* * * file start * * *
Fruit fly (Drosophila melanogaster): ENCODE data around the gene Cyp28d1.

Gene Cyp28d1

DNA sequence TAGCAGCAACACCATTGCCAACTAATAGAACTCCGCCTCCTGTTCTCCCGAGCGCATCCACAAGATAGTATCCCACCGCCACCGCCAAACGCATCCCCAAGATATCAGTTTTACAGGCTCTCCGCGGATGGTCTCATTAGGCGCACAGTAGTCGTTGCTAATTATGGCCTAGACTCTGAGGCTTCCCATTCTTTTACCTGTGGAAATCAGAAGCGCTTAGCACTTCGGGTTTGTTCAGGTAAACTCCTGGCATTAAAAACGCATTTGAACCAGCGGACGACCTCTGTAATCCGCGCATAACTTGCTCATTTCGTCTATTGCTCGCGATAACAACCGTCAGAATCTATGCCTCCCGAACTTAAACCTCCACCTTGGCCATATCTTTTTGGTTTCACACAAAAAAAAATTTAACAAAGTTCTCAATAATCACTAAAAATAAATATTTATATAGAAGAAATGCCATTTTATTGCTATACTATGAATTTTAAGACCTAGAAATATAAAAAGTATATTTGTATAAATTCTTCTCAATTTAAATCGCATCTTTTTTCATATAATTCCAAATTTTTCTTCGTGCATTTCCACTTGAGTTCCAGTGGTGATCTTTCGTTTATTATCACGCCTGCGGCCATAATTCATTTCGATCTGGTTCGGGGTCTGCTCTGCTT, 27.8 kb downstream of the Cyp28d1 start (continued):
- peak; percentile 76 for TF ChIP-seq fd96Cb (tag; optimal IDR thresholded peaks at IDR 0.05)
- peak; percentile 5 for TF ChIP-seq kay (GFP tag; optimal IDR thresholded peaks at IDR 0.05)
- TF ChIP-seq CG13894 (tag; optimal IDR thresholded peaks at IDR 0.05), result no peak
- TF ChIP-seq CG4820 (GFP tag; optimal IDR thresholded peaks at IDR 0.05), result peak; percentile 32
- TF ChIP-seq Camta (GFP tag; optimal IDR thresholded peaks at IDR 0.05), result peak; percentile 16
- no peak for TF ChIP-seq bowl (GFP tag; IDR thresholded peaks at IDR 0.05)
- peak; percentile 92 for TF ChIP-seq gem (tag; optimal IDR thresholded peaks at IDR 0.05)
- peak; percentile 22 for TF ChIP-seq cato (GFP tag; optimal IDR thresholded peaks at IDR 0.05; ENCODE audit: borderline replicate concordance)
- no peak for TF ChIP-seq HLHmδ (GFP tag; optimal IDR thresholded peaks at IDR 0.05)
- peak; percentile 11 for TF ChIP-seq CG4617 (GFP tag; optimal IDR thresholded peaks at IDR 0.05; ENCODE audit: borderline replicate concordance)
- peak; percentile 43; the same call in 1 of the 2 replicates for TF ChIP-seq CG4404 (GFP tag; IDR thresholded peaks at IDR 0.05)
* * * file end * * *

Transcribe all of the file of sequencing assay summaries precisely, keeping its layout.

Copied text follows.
Fruit fly (Drosophila melanogaster): ENCODE data around the gene Cyp28d1.

Gene Cyp28d1

DNA sequence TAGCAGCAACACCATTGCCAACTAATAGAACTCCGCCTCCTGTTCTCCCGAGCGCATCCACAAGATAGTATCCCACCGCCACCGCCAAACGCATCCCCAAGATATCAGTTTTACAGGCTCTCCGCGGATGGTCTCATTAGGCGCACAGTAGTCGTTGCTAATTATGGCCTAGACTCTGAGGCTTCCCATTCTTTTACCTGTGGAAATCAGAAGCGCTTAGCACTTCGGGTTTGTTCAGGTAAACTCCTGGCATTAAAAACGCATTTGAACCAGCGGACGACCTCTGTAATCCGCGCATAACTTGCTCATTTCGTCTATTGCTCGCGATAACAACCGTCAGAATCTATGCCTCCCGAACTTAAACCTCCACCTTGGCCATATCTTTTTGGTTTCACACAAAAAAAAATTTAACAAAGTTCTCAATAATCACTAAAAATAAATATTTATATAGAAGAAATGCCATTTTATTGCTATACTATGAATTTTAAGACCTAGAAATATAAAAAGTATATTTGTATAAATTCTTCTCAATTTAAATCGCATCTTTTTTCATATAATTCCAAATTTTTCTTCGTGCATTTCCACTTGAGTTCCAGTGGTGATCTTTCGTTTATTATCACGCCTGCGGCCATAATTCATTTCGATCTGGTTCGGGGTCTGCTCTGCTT, 27.8 kb downstream of the Cyp28d1 start (continued):
- peak; percentile 76 for TF ChIP-seq fd96Cb (tag; optimal IDR thresholded peaks at IDR 0.05)
- peak; percentile 5 for TF ChIP-seq kay (GFP tag; optimal IDR thresholded peaks at IDR 0.05)
- TF ChIP-seq CG13894 (tag; optimal IDR thresholded peaks at IDR 0.05), result no peak
- TF ChIP-seq CG4820 (GFP tag; optimal IDR thresholded peaks at IDR 0.05), result peak; percentile 32
- TF ChIP-seq Camta (GFP tag; optimal IDR thresholded peaks at IDR 0.05), result peak; percentile 16
- no peak for TF ChIP-seq bowl (GFP tag; IDR thresholded peaks at IDR 0.05)
- peak; percentile 92 for TF ChIP-seq gem (tag; optimal IDR thresholded peaks at IDR 0.05)
- peak; percentile 22 for TF ChIP-seq cato (GFP tag; optimal IDR thresholded peaks at IDR 0.05; ENCODE audit: borderline replicate concordance)
- no peak for TF ChIP-seq HLHmδ (GFP tag; optimal IDR thresholded peaks at IDR 0.05)
- peak; percentile 11 for TF ChIP-seq CG4617 (GFP tag; optimal IDR thresholded peaks at IDR 0.05; ENCODE audit: borderline replicate concordance)
- peak; percentile 43; the same call in 1 of the 2 replicates for TF ChIP-seq CG4404 (GFP tag; IDR thresholded peaks at IDR 0.05)